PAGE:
From this perspective, “The Debt,” is an exploration of the, “obligations owed,” by wives/mothers/daughters, the resentment, horror, guilt, and self-betrayal women can feel in these roles, and a challenge to break-through.

  2. That’s a really interesting point — I think you’re spot-on about the way those scenes evoke mother-child interactions, and what they might mean about the film’s take on motherhood and women’s roles in the family…

  3. The young and the mature Rachels are treated differently, possibly reflecting gender and/or age bias. Although Rachel appears to be a more fully realized character than David or Stephan during their time in Berlin as Mossad agents, she is less fully developed in the later chronology of the film.
    As the mature Rachel, we know her as mother and divorced wife. What is omitted is telling. We do not know whether she continued to work for the Mossad after returning to Israel from Berlin, whether she went on to a new career or whether she worked at all. We are left with knowing her in her roles as a young, accomplished and beautiful 25 year old and later as an ambivalent wife, devoted mother and grandmother, independent divorcee, and reluctantly drafted government agent when the hunt for Vogel is revived by Stephan.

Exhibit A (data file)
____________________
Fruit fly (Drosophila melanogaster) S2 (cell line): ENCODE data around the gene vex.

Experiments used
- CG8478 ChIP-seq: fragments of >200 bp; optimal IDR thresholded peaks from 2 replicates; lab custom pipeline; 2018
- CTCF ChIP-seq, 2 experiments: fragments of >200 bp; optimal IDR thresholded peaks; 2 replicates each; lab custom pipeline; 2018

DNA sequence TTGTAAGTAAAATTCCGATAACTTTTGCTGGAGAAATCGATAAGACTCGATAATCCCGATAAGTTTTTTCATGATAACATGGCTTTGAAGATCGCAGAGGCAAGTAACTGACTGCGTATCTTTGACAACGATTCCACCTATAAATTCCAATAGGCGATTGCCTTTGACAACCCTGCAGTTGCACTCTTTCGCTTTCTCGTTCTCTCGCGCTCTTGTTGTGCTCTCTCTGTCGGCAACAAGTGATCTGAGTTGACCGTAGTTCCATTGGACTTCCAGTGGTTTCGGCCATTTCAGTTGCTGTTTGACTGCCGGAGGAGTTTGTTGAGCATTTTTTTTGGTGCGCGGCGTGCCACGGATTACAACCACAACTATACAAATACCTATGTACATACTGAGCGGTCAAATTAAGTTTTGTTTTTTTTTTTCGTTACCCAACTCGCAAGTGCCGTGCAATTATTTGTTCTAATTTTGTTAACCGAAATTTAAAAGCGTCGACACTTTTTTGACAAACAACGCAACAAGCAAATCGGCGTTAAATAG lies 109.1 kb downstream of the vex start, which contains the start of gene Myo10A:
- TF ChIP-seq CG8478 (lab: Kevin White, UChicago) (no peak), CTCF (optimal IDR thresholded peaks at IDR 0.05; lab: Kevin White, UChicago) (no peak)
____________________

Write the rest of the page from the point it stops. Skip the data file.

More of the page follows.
In contrast, we are more fully informed about Stephan’s and David’s experiences and motivations in the world outside of their intimate relationships after the trio returns from Berlin. Stephan is shown to be ambitious and working for the government in a high level position. David is said to have devoted his life to his private quest for Vogel, the Nazi doctor of Birkenau. He suffered over the cover story of their performance as agents and was institutionalized for an unnamed mental health condition.
    To summarize, we are explicitly given the details of Stephan’s and David’s lives outside of their personal relationships after Berlin. We are never informed of the shape of Rachel’s later life other than in terms of her personal relationships with her daughter, Stephan and David until her ex-husband insists that she track down Vogel.